Zambian policy not exploiting potential of self-employed to create more decent jobs

Recent policy research evidence from the Zambia Institute for Policy Analysis and Research (ZIPAR) has shown that current government policy in Zambia does not effectively exploit the potential of the self-employed micro enterprises to create more decent jobs. This is a particularly important issue in the context of Zambia’s current economic downturn.

In a report published today, ZIPAR argue that one critical reason for this is that a number of government policies to support growth of businesses do not seem to be tailored to the needs of ‘micro enterprises’ in Zambia – i.e., very small enterprises run mainly by people who employ themselves in their own businesses to save on wage costs. These businesses typically hire very few employees. They include agri-trading enterprises, very small retailers and very small financial service providers. Existing policy does not distinguish this group of businesses as a “special needs” group; they mainly address the needs of businesses in a general, often favouring medium and small enterprises at the expense of the micro self-employed businesses.

The report – which forms part of ZIPAR’s ongoing Flagship Project on ‘More and Better Jobs’ – highlights that 96% of self-employed persons are employed in their own micro enterprises and a significant number of these entrepreneurs aspire to grow their businesses. Harnessing this potential could play a role in moving towards the government’s goal of creating 1 million jobs by the end of 2016. However, existing government policy is not sufficiently supporting the realization of this potential. The official definition of micro-enterprises, which includes those with up to 10 employees and annual turnover of up to ZMW 150,000, is not consistent with the real-life experiences of the majority of the micro-enterprises whose turnover does not exceed ZMW 7,200 and whose average employment record is less than four people.

This mismatch most likely limits the ability of government policy and programmes to respond to and effectively reach self-employed enterprises. There are a lot of good government policies such as the ‘MSME Policy’ aimed, for example, at strengthening access to finance through programmes such as the Citizen Economic Empowerment Fund and the Youth Development Fund to provide grants and loans to vulnerable youths. But these will not reach the micro-enterprise sub-group because they are not tailored for easy access by this disadvantaged group.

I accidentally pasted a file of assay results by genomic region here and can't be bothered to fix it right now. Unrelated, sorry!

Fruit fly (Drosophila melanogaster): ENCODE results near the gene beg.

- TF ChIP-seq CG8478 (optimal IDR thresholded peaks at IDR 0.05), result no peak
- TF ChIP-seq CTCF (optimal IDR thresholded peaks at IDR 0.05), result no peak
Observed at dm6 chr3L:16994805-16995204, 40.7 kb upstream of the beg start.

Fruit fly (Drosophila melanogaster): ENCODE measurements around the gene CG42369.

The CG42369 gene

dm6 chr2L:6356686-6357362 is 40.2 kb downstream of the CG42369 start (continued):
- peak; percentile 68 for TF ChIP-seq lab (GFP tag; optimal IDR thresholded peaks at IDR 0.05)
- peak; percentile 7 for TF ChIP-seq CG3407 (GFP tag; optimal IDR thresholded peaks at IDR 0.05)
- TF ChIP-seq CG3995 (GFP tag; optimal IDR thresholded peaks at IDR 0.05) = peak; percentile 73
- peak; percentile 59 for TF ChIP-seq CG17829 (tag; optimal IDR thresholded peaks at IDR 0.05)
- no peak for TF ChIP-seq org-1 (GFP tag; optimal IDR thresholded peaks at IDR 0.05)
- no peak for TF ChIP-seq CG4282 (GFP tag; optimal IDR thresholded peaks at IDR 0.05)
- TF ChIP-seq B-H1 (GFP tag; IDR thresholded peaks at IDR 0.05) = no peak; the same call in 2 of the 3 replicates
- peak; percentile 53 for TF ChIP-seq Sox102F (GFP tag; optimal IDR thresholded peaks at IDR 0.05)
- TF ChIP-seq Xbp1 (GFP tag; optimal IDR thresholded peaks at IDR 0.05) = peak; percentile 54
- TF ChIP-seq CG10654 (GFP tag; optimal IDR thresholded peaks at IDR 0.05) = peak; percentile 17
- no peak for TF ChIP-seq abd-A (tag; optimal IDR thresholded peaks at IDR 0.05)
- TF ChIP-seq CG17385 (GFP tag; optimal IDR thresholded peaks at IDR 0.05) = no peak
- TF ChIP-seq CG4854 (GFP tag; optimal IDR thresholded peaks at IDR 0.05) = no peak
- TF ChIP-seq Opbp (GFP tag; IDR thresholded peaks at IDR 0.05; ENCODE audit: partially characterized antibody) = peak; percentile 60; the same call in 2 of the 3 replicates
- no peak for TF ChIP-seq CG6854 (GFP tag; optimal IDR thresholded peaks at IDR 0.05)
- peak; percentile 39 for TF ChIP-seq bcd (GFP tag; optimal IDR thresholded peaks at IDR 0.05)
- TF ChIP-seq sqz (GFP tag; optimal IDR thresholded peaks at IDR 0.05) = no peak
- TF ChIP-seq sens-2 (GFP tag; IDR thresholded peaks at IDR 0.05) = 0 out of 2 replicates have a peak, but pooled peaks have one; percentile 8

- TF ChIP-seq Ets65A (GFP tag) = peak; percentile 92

ZIPAR’s research reveals that micro enterprises still face numerous problems that impede their growth, which makes them a unique and disadvantaged business sub-group. They include:

  • 'Missing middle' in access to finance: Micro entrepreneurs, like many SMEs find it difficult to access finance from financial institutions, due to stringent requirements such as collateral. However, the problem is bigger for micro enterprises who often find the alternative amounts of finances offered by some NGOs and government too small in a number of instances.
  • Unaffordable and unfair flat business charges: Micro entrepreneurs who want to formalize their business are subjected to the same business charges and fees as medium-scale enterprises. The fees and charges average ZMW5, 000 a year but given that micro enterprises earn very little (not more than ZMW7200 per year), these fees are unaffordable for many.
  • Lack of training in Business Development such as financial management: while the Zambia Development Agency (ZDA) provides these services, participants in the study informed ZIPAR that the trainings are often too short and compressed, making it difficult to accumulate all the relevant material and stimulate learner’s interests.